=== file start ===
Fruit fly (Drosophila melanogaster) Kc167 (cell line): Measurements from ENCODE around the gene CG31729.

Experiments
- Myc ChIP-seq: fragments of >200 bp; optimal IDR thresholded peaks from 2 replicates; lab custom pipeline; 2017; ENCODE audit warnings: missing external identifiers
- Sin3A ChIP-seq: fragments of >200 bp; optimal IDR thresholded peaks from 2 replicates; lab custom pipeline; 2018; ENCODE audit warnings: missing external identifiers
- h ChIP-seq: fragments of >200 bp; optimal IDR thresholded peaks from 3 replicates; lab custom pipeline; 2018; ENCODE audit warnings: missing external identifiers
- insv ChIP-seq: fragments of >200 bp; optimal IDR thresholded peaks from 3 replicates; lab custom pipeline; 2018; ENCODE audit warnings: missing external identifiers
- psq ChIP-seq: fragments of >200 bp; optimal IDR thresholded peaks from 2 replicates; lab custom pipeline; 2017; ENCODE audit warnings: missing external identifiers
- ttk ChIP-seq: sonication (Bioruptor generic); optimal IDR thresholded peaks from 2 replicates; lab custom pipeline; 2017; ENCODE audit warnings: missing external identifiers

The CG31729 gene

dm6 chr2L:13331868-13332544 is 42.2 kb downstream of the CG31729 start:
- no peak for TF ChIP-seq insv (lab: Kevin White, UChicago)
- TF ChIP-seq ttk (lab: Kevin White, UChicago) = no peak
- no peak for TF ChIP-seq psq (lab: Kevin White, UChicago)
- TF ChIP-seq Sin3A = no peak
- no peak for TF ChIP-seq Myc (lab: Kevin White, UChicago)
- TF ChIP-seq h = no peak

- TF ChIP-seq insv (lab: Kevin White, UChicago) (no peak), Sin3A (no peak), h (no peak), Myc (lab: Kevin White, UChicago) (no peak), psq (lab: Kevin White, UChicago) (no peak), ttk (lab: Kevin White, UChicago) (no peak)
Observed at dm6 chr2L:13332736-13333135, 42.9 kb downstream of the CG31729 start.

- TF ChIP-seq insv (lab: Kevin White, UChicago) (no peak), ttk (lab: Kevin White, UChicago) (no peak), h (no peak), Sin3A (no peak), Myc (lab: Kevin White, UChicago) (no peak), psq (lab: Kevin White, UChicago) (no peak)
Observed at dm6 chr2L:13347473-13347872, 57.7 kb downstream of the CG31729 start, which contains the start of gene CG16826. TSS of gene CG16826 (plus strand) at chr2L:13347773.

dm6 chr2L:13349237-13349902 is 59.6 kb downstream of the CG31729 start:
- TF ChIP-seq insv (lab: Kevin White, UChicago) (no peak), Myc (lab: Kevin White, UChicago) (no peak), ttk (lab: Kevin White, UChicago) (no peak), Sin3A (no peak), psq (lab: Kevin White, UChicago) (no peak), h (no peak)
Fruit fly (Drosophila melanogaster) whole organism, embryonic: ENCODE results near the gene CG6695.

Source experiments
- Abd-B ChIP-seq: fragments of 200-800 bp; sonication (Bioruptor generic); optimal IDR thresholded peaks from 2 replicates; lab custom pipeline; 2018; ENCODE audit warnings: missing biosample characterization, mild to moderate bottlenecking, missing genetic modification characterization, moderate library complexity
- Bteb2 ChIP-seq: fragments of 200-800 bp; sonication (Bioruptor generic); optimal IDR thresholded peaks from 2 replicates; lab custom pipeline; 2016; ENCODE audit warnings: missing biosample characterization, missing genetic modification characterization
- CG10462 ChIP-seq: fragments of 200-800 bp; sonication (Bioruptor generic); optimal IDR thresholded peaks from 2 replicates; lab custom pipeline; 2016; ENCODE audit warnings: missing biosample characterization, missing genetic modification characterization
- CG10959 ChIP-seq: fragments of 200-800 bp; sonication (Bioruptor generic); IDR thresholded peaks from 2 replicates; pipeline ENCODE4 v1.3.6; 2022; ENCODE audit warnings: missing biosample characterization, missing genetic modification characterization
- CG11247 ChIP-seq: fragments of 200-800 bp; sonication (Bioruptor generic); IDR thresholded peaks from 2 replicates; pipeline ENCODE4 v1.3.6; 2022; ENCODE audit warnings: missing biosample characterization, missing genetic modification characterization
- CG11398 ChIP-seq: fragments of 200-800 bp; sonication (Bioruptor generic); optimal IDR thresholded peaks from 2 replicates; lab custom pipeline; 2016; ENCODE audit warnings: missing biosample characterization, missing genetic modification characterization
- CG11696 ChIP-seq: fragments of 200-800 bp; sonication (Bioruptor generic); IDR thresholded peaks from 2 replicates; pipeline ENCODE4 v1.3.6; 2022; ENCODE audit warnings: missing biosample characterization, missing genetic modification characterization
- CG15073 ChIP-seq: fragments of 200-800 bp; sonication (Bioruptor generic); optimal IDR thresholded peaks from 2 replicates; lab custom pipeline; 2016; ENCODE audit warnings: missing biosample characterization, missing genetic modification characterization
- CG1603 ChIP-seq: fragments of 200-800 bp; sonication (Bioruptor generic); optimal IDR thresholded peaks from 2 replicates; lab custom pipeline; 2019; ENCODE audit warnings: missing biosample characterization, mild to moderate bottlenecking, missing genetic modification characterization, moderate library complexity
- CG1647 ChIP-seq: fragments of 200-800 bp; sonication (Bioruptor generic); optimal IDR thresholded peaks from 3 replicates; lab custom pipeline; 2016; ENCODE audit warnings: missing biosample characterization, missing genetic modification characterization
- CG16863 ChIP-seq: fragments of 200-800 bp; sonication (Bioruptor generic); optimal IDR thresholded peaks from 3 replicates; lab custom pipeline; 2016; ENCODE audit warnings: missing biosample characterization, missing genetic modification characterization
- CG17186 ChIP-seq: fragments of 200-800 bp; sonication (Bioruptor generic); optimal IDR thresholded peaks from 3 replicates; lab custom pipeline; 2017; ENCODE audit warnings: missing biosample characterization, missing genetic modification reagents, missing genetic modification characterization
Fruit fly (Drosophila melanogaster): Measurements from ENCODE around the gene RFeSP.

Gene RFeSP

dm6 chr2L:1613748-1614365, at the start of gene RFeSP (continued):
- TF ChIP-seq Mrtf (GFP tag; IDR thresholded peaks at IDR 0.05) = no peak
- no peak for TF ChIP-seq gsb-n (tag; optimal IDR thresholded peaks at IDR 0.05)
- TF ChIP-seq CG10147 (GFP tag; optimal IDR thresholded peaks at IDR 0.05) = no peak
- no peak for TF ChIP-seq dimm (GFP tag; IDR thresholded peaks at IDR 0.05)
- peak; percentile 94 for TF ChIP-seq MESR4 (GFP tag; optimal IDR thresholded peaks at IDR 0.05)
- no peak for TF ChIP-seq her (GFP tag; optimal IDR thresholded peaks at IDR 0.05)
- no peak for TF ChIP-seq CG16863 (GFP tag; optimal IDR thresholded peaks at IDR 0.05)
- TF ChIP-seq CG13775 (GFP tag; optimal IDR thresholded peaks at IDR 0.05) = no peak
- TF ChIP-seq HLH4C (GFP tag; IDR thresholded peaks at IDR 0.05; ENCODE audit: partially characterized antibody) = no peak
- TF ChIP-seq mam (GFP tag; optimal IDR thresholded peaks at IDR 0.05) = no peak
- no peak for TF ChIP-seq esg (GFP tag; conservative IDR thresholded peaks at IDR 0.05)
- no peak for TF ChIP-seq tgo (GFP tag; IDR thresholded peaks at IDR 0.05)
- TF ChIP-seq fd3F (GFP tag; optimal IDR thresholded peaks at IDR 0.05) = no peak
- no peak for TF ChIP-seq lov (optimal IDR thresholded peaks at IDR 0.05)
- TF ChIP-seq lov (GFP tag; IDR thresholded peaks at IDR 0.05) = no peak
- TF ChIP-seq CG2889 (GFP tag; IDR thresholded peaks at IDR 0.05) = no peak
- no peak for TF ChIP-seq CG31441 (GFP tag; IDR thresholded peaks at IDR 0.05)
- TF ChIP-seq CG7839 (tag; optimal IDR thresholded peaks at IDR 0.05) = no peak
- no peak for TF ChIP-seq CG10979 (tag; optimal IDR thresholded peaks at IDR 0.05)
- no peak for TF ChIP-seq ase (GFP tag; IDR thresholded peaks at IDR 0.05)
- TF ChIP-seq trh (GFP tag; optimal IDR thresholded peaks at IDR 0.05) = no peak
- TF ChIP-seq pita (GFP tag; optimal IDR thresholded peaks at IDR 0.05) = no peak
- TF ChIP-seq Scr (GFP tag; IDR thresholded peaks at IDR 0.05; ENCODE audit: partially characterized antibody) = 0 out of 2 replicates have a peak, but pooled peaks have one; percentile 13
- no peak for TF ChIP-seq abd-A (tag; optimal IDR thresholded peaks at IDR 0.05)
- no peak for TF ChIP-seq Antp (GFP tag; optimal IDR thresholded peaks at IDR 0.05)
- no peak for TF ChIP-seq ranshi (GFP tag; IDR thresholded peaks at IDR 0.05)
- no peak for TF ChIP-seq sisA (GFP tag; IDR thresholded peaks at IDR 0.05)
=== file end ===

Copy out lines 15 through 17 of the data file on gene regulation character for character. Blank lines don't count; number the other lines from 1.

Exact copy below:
- no peak for TF ChIP-seq Myc (lab: Kevin White, UChicago)
- TF ChIP-seq h = no peak

- TF ChIP-seq insv (lab: Kevin White, UChicago) (no peak), Sin3A (no peak), h (no peak), Myc (lab: Kevin White, UChicago) (no peak), psq (lab: Kevin White, UChicago) (no peak), ttk (lab: Kevin White, UChicago) (no peak)